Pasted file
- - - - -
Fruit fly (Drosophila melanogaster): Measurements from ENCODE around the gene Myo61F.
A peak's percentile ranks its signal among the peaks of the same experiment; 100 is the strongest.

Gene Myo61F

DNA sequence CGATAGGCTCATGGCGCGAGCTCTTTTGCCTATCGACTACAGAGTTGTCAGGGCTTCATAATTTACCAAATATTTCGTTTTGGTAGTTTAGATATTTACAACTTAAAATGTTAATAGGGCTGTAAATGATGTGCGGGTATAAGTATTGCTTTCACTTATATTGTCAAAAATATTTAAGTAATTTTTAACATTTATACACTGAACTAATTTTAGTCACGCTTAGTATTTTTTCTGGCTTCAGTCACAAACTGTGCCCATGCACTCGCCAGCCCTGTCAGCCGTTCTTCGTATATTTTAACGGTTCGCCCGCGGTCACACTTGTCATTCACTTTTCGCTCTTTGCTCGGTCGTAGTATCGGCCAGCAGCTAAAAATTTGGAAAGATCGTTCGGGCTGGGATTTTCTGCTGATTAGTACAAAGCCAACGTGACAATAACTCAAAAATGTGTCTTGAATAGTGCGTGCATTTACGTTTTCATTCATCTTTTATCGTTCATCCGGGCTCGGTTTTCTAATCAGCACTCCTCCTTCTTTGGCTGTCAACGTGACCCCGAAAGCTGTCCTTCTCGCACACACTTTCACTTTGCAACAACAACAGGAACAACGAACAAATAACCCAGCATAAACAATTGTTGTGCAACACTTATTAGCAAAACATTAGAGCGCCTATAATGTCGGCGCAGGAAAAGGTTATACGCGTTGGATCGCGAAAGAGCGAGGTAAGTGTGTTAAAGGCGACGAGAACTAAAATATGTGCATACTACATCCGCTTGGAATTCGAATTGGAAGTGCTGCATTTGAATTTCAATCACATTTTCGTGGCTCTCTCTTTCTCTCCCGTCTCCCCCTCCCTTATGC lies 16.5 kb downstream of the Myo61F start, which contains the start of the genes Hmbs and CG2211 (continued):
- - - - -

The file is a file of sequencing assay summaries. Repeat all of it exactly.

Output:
Fruit fly (Drosophila melanogaster): Measurements from ENCODE around the gene Myo61F.
A peak's percentile ranks its signal among the peaks of the same experiment; 100 is the strongest.

Gene Myo61F

DNA sequence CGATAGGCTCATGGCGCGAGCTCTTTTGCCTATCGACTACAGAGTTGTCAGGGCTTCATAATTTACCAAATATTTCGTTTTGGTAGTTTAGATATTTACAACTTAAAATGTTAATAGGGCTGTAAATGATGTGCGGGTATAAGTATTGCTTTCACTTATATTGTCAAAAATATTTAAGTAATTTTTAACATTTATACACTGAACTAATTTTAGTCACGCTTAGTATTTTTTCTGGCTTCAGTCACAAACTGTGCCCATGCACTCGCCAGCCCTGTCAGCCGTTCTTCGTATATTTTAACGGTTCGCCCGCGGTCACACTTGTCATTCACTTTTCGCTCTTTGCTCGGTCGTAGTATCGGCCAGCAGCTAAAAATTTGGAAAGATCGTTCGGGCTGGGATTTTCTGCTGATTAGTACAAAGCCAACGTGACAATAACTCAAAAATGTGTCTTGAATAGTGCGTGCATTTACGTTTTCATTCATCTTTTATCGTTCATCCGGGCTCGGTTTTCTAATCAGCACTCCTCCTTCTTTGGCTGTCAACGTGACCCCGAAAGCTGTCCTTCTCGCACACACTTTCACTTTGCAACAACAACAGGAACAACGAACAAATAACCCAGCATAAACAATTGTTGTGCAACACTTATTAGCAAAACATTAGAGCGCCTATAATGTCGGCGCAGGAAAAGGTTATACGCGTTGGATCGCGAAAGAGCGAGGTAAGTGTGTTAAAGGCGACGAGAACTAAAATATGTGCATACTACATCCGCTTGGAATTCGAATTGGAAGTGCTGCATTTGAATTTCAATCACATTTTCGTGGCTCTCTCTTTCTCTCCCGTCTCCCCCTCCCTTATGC lies 16.5 kb downstream of the Myo61F start, which contains the start of the genes Hmbs and CG2211 (continued):